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Why does not these 6 sides fit together.

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ornulv

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Hello folks.
Wondered if anyone would have an answer to this mystery.
Earlier I have made 2 skewed, 6 sided boxes, or bowls.
The skewed angle I have used was 6 degrees, and they have fitted perfectly together.
Then I would try 22.5 degrees, still 6 sides, 60 degree angles.

But now there are 2 large gaps, opposite each other inside the box, or rather, the bowl.
Strangely, when one side is removed, and there are 5 left, the fit is almost perfect.
All measurements and angles are double checked, everything is equal.
Is the misfit due to the larger angle of 22.5 in relation to only 6 degrees?
And what is the largest ,skewed angle possible , were the 6 sides will still fit?
 

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deema

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There is a calculation to determine the angle you have to cut at that enables the pieces to cone together properly. The angle is the same for the entire length and doesn’t change at the narrow end. I came across this online calculator whilst I was looking for the formulae which I can’t remember any more!

http://www.pdxtex.com/canoe/compound.htm
 

OscarG

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deema":6juxcemk said:
There is a calculation to determine the angle you have to cut at that enables the pieces to cone together properly. The angle is the same for the entire length and doesn’t change at the narrow end. I came across this online calculator whilst I was looking for the formulae which I can’t remember any more!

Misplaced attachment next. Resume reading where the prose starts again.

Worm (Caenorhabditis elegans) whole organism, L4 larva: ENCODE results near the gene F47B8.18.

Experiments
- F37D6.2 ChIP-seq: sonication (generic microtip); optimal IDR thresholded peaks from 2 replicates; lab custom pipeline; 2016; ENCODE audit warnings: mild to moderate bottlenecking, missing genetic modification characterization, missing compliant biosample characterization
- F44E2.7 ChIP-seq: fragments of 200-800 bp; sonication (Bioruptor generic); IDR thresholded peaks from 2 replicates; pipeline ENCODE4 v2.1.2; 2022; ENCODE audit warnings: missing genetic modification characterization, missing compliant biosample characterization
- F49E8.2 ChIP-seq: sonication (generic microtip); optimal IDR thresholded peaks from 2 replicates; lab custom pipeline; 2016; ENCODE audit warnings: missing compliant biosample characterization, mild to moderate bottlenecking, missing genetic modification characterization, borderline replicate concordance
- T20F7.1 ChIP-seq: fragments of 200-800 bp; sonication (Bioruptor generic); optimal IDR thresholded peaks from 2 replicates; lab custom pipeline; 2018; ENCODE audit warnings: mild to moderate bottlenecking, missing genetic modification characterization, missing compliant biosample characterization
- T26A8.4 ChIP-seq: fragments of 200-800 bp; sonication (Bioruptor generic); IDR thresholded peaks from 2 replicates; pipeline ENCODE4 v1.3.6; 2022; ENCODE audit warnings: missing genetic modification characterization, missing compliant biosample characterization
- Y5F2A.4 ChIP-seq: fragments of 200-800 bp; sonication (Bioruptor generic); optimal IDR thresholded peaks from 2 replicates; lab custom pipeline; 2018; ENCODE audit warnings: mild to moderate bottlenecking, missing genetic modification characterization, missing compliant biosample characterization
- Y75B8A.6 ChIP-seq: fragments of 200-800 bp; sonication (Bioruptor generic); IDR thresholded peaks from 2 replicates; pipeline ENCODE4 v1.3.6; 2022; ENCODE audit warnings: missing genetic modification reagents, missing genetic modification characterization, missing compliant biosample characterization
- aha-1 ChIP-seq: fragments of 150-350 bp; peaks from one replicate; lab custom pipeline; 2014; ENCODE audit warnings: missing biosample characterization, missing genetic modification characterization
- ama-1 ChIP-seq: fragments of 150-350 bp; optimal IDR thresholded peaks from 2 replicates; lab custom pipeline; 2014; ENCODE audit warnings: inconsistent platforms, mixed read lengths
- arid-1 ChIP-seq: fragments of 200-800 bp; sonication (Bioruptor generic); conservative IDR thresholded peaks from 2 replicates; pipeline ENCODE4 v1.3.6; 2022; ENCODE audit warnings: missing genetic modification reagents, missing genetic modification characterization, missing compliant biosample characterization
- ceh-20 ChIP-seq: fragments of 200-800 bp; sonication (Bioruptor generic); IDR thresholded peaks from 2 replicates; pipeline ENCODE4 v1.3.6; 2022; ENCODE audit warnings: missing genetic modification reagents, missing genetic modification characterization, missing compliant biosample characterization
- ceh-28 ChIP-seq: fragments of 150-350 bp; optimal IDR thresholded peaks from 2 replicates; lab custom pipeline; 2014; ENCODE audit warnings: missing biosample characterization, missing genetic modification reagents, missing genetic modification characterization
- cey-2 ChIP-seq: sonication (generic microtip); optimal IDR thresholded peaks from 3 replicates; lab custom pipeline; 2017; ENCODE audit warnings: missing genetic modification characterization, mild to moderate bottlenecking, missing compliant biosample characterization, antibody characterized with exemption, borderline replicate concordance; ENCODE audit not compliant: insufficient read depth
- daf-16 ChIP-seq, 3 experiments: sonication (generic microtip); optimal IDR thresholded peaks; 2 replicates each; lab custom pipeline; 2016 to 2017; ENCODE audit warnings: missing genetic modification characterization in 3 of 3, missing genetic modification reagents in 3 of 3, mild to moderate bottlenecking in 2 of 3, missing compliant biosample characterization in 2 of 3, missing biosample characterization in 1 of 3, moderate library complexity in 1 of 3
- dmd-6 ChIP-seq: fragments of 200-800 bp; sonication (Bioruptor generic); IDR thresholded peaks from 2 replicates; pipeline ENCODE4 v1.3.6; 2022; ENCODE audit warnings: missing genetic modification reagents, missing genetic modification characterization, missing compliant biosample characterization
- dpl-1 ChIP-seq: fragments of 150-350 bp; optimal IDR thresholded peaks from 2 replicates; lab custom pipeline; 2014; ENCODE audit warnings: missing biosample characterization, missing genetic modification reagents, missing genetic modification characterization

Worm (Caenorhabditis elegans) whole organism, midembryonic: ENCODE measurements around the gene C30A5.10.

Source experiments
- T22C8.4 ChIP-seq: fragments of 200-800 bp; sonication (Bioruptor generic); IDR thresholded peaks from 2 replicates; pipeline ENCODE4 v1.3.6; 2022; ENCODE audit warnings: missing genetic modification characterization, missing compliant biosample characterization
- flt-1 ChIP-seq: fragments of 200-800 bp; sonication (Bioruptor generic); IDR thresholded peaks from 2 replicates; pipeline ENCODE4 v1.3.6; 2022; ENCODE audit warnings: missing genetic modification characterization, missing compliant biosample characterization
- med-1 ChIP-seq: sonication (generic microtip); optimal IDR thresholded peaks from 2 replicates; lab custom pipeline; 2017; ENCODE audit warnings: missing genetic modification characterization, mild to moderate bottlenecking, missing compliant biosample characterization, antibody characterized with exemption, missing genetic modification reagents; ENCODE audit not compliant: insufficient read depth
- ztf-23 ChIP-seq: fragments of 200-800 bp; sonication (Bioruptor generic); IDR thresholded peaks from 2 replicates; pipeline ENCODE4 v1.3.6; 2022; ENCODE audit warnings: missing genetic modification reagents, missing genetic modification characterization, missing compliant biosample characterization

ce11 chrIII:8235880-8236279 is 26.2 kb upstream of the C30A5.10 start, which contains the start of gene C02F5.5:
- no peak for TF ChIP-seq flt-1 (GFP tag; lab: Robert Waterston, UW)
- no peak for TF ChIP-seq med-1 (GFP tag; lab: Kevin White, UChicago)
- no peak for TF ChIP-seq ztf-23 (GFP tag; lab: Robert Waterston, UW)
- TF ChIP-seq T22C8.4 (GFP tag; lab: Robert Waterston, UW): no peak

http://www.pdxtex.com/canoe/compound.htm
Great site! I've bookmarked that.
 

Rorschach

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If you are having trouble getting the angles perfect, glue up in two halves and then sand the faces flat before joining the two.
 

Hornbeam

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THere are 2 extremes to a 6 sided object
A flat hexagon made up of 6 equal sided triangles with the cuts all done at 90 degrees
A hexagonal tube where all of the cuts are done at 30 degrees (limit case)
In all cases the plan/projected view of each triangle cut will be and equilateral triangle
Rather than doing more complex maths to work out the angle of the saw blade and the angle of each edge, I would make a jig to go on the table saw where each piece to be cut is securely held with what will be the outermost edge at th height you want it to be in the finished bowl.
You then set the saw blade to cut at 90 degrees and cut one side. Rotate the jig through 60 degrees and cut the other side.
When you remove the piece from the jig, the edges will actually be bevelled and the angles of what will be an isosceles triangle will be correct for the rim height
Ian
 
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